|Schaffer & Company Wealth Preservation
Estate Planning Checklist
"Peace of Mind as You Provide for Those Close to You"
What exactly is estate planning? Simply put, it's the means by which you protect and provide for your family and others close to you. Estate planning is like a blueprint of your financial goals, both before and after death. Your estate plan -- or lack of it -- can affect the way you live, especially in retirement years. And, it can make a real difference in the future welfare of your spouse, children, and others you care about.
A good record-keeping system and surprisingly little preliminary work on your part can save time and help reduce the legal expense associated with the preparation of your estate plan. Before seeing your attorney, take some time to organize the information he or she will need to draft your will or trust documents.
By preparing ahead, you'll save legal fees. Most importantly, you'll feel more confident that your attorney has the information necessary to help ensure that these important documents reflect your intentions accurately.
Before Meeting With Your Attorney
Begin by determining your current earnings, eligibility, and estimate of Social Security benefits. Contact the local offices of the Social Security Administration to obtain this information.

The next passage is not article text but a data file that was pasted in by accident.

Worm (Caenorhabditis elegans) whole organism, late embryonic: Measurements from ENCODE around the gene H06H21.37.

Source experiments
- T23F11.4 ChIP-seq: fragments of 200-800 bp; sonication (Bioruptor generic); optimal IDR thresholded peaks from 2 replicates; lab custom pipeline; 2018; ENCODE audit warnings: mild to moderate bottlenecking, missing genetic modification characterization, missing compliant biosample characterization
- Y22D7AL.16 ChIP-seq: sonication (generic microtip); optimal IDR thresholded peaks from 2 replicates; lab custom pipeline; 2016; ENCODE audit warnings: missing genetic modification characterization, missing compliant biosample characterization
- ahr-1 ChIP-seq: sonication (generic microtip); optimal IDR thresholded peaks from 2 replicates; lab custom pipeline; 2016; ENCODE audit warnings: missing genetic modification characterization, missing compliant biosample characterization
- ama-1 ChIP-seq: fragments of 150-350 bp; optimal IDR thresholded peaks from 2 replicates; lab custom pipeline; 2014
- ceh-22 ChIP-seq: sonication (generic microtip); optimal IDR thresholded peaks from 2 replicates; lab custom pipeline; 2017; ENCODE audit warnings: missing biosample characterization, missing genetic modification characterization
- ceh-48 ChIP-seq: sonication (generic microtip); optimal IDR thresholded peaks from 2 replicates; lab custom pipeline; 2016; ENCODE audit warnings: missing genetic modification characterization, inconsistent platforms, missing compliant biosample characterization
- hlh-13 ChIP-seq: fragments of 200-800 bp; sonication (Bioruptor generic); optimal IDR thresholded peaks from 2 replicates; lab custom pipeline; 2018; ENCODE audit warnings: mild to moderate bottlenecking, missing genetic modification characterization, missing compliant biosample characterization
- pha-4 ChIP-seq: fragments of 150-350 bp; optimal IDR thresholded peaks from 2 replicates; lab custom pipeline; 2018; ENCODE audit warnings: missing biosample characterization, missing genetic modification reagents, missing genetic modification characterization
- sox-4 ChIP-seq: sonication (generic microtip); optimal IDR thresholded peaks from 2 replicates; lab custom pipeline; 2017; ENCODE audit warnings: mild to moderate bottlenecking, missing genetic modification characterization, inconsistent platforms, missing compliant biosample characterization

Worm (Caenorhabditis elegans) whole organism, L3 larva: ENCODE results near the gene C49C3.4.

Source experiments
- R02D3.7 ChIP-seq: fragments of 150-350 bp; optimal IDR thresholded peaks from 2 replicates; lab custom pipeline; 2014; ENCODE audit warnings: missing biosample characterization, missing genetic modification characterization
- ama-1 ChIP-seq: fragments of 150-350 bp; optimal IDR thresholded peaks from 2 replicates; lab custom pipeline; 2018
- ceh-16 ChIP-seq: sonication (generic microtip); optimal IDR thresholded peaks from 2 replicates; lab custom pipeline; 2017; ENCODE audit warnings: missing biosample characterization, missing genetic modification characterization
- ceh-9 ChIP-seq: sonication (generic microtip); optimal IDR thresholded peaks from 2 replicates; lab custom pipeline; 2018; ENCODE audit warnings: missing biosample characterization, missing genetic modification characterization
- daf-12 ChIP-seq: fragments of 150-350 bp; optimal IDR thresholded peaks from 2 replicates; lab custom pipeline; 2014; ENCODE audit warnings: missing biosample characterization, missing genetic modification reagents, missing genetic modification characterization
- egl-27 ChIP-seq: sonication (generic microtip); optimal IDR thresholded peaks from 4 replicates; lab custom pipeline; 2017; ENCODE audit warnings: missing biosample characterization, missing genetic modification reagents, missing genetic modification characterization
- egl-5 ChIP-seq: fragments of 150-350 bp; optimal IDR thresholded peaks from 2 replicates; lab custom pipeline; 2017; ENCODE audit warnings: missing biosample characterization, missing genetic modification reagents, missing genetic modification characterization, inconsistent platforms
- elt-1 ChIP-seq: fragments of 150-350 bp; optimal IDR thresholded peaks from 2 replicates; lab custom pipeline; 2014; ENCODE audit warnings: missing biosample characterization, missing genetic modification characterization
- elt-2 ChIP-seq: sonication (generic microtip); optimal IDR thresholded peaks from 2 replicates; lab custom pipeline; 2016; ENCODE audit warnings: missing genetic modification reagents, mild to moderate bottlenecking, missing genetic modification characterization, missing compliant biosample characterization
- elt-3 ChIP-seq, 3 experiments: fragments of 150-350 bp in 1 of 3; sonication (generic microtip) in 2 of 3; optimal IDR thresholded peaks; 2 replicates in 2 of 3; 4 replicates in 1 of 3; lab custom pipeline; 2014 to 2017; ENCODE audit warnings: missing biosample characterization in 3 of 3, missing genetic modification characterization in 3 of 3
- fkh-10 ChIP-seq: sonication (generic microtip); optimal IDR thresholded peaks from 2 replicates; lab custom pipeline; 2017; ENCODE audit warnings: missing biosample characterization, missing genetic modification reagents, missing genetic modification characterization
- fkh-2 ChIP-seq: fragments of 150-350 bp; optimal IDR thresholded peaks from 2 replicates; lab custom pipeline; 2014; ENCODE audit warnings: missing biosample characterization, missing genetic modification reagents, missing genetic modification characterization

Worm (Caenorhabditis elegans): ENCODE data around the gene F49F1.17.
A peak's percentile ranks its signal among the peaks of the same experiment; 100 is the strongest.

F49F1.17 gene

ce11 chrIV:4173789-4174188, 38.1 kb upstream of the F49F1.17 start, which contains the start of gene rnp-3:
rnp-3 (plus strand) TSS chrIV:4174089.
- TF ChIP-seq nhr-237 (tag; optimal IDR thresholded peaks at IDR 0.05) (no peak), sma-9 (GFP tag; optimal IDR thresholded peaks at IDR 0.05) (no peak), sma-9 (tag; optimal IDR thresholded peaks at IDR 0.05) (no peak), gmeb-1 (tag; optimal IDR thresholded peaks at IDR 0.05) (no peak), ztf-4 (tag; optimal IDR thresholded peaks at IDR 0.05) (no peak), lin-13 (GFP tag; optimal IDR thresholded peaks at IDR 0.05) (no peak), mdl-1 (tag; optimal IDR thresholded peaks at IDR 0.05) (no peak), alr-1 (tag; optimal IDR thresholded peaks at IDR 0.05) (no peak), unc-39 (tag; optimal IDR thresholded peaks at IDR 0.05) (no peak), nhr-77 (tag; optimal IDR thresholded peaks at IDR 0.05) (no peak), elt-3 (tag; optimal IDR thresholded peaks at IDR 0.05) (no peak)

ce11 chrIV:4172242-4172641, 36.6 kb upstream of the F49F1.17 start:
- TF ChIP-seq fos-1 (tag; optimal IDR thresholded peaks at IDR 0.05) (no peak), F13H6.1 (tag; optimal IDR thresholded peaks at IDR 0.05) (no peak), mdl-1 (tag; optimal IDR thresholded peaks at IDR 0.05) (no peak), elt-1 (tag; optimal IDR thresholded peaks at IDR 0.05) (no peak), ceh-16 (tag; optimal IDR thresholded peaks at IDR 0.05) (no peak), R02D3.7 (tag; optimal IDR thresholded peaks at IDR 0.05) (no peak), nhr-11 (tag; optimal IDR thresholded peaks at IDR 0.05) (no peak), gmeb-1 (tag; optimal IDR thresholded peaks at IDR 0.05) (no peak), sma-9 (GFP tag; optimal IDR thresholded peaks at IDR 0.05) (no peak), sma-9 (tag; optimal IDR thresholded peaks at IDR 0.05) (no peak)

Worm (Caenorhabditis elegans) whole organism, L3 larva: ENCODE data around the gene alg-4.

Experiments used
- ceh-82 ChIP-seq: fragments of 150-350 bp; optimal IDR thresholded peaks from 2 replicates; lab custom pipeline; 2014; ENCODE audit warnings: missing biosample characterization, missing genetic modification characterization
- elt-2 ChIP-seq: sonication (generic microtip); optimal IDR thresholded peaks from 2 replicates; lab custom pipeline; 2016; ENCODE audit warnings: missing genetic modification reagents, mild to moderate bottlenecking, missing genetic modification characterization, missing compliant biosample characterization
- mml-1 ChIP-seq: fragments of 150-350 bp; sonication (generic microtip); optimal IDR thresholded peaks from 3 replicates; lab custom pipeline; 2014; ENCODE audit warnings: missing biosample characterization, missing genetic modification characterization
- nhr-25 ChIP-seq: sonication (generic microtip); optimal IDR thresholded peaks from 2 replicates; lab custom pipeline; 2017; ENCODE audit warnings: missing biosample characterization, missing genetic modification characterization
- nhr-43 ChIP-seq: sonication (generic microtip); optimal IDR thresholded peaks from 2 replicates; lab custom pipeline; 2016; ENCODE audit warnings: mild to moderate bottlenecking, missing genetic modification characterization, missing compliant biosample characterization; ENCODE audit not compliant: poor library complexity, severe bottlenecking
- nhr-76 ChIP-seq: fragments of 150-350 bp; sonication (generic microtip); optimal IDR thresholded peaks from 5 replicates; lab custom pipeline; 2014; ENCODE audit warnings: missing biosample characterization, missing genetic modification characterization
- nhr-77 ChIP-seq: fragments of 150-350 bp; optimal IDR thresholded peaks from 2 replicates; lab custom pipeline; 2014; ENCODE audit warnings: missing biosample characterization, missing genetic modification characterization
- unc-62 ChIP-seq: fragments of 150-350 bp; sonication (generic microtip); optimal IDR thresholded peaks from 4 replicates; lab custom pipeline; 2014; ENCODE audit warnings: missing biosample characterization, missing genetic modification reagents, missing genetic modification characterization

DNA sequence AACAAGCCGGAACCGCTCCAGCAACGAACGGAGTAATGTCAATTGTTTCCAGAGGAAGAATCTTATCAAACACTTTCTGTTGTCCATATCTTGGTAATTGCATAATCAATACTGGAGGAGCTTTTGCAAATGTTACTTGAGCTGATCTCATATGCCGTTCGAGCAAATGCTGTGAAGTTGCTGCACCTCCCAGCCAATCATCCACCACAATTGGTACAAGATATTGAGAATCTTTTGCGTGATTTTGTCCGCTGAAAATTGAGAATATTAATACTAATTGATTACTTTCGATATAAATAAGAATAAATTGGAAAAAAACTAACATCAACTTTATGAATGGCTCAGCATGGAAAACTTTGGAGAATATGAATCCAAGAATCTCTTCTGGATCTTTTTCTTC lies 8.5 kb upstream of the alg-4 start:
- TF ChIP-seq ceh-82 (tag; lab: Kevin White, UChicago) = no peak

In addition, you should note the account numbers of current checking, savings, investment, and retirement accounts. Be sure to include the name and location of the financial institutions where they are held.
Make a note of all outstanding loans and credit purchases.
Estimate the value of business interests (if any).
Next, estimate the value of personal property and important possessions. Art, special collections (stamps, valuable china, rare books, and the like), and other unique possessions fall into this category. And don't forget your pets -- many individuals establish special arrangements for their continuing care.
A Checklist to Help
The checklist below can serve as a frame of reference as you assemble the information your attorney will need. Of course, as you proceed you'll probably find it necessary to supply additional information pertinent to your particular situation.
- List all assets and liabilities accurately. Include regular payment dates and amounts due.
- Provide complete information about assets other than cash or securities (real estate, automobiles, and boats are examples). Indicate whether these assets are in your name only or if they are owned jointly with your spouse or another individual. Also, be sure to include the location -- especially out of state -- of each asset.
- Indicate names, ages, and addresses of family members or friends you intend to name as beneficiaries.
- If you currently have a will on file with an attorney or financial institution, bring along a copy of the document, if possible.
- Include explanations, current balances, and projections (if available) of all employee benefit plan entitlements such as 401(k) plans and individual retirement accounts, as well as the beneficiary designations of the plans.
- Supply copies of any gift tax forms previously filed.
- Provide copies of any important documents, particularly those relating to divorce, annulment, separation, or adoption. Don't overlook deeds of ownership for real estate.
- If possible, outline how you want your property to pass in each of the following situations: